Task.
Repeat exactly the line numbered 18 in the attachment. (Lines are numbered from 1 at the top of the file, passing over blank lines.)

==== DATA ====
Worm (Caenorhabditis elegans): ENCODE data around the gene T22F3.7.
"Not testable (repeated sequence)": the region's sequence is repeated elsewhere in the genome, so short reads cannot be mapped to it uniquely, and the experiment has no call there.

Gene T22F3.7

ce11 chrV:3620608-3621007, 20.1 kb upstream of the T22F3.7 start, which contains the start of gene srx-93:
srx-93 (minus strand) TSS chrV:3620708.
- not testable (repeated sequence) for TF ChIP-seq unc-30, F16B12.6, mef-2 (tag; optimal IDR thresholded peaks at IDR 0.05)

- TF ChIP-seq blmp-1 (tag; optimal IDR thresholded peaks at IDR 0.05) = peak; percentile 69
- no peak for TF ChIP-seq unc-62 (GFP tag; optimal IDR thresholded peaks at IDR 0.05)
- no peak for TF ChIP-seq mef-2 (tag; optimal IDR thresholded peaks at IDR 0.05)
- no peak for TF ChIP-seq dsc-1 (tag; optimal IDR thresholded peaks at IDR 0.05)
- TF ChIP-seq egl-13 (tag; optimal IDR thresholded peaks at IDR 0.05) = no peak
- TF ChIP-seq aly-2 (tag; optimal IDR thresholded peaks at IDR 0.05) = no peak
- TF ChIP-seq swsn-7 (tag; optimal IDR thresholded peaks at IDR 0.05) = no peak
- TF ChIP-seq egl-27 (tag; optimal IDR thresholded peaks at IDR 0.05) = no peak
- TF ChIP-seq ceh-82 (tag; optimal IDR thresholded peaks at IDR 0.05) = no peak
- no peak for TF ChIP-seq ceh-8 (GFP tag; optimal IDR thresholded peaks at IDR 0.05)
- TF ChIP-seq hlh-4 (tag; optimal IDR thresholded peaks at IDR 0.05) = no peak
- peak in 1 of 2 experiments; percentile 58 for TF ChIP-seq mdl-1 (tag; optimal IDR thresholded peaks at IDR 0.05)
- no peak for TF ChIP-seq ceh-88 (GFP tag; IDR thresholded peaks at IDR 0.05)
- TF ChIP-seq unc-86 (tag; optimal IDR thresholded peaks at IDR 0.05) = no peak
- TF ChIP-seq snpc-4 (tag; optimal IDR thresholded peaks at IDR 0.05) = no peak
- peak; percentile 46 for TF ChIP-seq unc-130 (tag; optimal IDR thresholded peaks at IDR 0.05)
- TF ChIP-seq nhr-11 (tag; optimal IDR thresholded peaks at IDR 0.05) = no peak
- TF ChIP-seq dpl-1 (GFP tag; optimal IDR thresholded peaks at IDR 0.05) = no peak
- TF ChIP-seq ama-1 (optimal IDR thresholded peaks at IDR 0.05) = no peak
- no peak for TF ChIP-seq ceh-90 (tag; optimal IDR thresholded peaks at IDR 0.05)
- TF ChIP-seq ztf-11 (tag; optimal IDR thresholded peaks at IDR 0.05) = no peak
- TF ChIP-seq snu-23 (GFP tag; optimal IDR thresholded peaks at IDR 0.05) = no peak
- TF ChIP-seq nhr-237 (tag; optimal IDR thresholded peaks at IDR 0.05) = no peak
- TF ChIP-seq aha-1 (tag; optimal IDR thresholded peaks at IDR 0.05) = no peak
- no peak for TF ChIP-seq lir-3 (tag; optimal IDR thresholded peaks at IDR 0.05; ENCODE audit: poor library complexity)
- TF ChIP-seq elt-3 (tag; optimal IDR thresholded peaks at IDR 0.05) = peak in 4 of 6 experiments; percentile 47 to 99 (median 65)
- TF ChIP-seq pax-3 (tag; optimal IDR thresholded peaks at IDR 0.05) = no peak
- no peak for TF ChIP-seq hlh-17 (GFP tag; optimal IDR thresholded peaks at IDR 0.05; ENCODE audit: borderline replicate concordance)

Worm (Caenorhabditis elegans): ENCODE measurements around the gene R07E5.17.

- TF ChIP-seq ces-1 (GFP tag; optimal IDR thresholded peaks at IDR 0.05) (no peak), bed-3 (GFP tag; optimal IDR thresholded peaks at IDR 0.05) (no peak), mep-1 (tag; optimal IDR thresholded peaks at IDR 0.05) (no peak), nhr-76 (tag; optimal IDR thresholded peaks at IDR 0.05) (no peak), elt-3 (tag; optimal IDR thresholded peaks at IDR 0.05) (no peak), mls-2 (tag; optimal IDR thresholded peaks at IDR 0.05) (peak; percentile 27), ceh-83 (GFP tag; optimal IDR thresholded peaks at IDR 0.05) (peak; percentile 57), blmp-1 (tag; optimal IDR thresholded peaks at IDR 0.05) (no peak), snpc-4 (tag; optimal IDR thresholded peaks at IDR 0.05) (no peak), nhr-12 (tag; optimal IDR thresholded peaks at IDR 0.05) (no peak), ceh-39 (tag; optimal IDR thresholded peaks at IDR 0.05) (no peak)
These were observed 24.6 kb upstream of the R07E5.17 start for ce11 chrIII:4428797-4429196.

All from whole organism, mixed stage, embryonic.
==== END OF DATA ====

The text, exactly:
- peak in 1 of 2 experiments; percentile 58 for TF ChIP-seq mdl-1 (tag; optimal IDR thresholded peaks at IDR 0.05)